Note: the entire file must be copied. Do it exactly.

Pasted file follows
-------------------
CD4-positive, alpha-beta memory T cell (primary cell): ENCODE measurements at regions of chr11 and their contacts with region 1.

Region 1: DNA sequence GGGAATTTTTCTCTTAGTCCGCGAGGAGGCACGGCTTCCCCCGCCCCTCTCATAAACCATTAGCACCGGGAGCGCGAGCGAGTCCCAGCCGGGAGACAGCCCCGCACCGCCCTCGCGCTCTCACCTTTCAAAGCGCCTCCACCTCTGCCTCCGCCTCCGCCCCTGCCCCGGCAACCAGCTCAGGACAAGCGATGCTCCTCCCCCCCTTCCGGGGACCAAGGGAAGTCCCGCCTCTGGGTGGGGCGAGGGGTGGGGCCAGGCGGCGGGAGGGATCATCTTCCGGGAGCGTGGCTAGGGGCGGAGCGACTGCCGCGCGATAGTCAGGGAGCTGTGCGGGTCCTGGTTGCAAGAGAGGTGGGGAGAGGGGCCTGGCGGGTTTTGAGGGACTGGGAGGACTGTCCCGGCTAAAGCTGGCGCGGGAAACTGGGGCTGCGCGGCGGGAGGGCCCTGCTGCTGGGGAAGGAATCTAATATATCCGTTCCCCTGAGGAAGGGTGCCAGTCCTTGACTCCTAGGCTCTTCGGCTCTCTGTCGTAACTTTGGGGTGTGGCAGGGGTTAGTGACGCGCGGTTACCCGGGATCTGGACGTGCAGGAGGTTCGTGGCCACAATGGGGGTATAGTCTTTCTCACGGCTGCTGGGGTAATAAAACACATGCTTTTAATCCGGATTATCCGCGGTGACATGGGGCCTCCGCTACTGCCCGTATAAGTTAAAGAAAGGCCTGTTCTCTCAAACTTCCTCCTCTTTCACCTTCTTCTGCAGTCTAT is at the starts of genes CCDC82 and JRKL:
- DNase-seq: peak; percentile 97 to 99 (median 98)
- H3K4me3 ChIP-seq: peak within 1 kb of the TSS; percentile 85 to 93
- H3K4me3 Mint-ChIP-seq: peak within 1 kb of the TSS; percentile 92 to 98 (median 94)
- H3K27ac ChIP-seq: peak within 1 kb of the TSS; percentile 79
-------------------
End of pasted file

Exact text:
CD4-positive, alpha-beta memory T cell (primary cell): ENCODE measurements at regions of chr11 and their contacts with region 1.

Region 1: DNA sequence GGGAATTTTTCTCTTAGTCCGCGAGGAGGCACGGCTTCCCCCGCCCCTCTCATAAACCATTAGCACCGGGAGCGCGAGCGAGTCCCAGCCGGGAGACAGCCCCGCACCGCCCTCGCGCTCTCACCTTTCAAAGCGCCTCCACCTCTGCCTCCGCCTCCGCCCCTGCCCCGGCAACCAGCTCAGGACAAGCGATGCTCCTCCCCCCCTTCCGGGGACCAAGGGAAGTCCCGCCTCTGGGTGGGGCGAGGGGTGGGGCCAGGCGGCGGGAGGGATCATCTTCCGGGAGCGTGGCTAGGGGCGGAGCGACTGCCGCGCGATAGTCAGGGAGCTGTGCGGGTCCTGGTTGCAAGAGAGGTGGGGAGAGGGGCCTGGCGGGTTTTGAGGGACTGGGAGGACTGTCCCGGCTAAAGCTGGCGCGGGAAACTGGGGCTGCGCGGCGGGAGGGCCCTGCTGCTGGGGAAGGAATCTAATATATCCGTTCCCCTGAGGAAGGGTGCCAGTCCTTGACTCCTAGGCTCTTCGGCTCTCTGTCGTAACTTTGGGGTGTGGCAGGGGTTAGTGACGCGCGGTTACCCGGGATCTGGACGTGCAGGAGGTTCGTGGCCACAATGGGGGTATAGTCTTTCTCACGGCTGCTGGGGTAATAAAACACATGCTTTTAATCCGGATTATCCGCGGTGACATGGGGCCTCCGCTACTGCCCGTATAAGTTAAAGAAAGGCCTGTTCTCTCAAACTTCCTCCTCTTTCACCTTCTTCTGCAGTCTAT is at the starts of genes CCDC82 and JRKL:
- DNase-seq: peak; percentile 97 to 99 (median 98)
- H3K4me3 ChIP-seq: peak within 1 kb of the TSS; percentile 85 to 93
- H3K4me3 Mint-ChIP-seq: peak within 1 kb of the TSS; percentile 92 to 98 (median 94)
- H3K27ac ChIP-seq: peak within 1 kb of the TSS; percentile 79